Kuo claims that while others were nominally in charge, Rove actually directed multiple offices, including the FBCI and Political Affairs. After explaining how the Bush campaign relied heavily on the religious right to win the election, Kuo quotes promises from Bush’s inauguration speech to give Christians “an honored place in our plans and in our laws,” What actually happened? Kuo writes that upon joining the White House staff in January 2001:
“[Bush appointed Don Willet, a Texas lawyer not affiliated with the Evangelical movement, to run the new office of FBCI]. On a good day one plan after another was rejected. On most days [requests for a staff, budget, or plan] were simply ignored…..
“[Upon transition] Every other White House office was up and running. The Faith based Initiative still operated out of the nearly vacant transition offices.
“Three days later, a Tuesday, Karl Rove summoned Willet to his office to announce that the entire faith-based initiative would be rolled out the following Monday. Willet asked just how—without a director, staff, office, or plan—the President would do that. Rove just looked at him, took a deep breath, and said, “I don’t know. Just get me a f*%ing faith based thing. Got it?” Willet was shown the door.” Tempting Faith, Ch 9, pages 135-140.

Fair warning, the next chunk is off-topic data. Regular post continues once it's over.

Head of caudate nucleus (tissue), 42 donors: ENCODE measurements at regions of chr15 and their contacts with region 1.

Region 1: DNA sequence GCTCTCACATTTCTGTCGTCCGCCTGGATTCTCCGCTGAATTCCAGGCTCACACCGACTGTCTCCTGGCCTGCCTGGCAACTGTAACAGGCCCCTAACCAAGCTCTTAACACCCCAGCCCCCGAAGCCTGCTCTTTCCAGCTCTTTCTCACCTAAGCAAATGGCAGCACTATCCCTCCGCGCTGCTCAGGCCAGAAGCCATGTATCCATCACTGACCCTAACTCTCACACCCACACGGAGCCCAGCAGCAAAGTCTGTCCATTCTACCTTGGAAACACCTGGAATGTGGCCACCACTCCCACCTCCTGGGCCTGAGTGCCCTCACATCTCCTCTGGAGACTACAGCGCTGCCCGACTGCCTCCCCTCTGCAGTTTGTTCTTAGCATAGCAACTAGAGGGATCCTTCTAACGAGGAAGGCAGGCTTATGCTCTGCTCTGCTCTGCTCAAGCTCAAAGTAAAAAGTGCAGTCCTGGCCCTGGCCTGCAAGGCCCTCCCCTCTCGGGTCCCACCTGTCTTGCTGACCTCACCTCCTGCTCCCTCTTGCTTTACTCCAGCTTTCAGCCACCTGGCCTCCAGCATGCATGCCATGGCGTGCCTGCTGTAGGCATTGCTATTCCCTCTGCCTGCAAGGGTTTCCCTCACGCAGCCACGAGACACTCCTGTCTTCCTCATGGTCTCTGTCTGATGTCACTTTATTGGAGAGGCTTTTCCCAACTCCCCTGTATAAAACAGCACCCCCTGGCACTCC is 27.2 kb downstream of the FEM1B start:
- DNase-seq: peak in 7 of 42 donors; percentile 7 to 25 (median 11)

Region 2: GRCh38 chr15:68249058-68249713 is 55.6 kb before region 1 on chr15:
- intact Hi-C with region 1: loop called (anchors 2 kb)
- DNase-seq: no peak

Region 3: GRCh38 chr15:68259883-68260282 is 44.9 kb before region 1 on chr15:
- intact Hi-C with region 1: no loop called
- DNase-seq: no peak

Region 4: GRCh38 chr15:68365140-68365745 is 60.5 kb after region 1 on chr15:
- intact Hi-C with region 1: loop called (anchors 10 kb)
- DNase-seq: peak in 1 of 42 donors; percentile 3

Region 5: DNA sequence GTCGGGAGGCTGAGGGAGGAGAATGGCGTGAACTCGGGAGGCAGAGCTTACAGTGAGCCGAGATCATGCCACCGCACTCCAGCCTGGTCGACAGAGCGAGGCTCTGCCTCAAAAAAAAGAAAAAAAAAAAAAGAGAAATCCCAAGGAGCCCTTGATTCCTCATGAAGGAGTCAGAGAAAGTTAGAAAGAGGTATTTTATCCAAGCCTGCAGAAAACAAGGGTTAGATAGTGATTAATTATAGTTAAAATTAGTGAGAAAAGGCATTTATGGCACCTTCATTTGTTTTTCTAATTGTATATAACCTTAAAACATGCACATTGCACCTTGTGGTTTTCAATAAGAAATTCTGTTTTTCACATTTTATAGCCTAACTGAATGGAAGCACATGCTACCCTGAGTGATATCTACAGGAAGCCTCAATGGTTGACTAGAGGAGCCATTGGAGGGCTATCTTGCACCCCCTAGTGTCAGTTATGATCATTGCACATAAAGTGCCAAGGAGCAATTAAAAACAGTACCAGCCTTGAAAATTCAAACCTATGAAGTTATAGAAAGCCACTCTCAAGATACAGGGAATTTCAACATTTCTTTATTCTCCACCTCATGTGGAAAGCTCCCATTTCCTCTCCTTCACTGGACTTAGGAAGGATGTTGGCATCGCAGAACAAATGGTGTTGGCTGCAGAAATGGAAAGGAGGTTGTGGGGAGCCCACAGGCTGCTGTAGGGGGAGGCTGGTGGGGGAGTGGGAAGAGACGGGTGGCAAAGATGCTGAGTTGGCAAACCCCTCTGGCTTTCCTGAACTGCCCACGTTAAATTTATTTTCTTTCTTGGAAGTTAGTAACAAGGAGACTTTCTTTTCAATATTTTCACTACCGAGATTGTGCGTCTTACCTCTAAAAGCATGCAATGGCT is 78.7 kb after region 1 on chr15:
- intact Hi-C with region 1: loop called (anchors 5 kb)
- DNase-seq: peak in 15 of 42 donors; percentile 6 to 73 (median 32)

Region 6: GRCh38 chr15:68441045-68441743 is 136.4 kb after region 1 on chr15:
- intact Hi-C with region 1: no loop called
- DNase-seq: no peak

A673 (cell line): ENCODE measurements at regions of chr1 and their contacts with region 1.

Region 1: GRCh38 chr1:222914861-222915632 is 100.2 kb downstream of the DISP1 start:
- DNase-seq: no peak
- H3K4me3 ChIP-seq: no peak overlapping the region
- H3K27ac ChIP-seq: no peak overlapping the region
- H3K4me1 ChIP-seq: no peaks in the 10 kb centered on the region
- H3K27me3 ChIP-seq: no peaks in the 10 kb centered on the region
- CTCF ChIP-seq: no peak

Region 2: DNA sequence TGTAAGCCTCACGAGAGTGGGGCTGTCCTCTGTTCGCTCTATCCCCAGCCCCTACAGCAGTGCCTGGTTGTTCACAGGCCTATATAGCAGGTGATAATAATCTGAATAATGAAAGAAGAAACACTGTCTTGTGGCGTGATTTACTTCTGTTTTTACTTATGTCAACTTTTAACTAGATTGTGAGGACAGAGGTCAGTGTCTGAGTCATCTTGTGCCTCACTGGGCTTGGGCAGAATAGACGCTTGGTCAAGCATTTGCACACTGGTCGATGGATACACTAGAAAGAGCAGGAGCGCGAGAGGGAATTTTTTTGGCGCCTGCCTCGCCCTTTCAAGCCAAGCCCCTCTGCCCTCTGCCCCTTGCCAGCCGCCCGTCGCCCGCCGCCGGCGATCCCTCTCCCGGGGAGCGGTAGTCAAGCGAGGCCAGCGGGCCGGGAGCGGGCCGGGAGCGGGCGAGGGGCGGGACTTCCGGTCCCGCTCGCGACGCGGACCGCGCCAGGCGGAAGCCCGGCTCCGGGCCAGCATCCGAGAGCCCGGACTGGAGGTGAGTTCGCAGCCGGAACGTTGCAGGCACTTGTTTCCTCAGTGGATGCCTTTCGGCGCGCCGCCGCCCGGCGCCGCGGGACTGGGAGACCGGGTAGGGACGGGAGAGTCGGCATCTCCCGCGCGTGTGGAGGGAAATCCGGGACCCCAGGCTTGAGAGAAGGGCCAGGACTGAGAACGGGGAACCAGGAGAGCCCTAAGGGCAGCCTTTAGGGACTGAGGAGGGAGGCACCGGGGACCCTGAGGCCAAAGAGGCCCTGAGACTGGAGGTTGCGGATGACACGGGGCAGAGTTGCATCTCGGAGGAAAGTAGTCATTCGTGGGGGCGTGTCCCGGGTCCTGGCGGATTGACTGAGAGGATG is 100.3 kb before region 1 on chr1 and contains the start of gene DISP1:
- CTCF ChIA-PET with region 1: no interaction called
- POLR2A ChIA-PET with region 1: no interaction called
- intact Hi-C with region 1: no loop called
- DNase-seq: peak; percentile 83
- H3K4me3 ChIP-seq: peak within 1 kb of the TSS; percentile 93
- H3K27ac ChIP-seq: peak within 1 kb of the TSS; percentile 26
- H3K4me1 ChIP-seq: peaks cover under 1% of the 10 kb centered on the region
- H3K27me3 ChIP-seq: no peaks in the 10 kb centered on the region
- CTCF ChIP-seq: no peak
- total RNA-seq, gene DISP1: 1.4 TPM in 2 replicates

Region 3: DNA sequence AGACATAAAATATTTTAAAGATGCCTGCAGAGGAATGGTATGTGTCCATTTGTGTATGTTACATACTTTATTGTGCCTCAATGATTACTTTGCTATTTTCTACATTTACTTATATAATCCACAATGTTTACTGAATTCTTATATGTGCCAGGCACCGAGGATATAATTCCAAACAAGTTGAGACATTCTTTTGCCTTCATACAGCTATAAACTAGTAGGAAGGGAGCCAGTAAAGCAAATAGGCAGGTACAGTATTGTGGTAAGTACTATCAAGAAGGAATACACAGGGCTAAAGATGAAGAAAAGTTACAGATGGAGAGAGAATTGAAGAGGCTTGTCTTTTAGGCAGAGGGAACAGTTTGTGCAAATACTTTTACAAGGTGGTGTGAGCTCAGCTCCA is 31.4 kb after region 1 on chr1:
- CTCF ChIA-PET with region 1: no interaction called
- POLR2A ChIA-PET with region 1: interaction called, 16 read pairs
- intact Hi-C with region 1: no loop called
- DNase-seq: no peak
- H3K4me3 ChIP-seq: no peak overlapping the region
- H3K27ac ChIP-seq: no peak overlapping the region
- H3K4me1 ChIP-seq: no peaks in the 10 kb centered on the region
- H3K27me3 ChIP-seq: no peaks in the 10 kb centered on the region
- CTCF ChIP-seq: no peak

Kuo later explains that the Bush Administration would glad hand the religious right leaders to their face. But privately referred to them as "nut jobs."
To bring this back to his successful West Virginia campaign, Rove's statements and actions show Rove's his main consideration is which advertising campaign worked best sell West Virginia voters--not good policy nor, as Kuo's account details, keeping campaign promises.
3. Dirty Tricks
There is some early footage of Rove discussing dirty tricks with another young Republican. At the time, Rove was one of those zealots who would be expected to actually do such tricks. Later, he would be the one who managed them (if they were done at all) not the spear thrower who would carry them out. For what it is worth, Rove claims his attempts at dirty tricks mostly failed so he left those behind.
Rove explains he likes to lure opponents into making unfounded charges. Then he squashes them.
“An important thing to remember [about attacks] is that a counterpunch is often stronger than an initial punch. That may mean a candidate tries to maneuver his opponent into striking the first blow on a topic.”
Then Rove has a pre-planned response, a counter attack which destroys the attacker. (See Chapter 4, pages 76-77).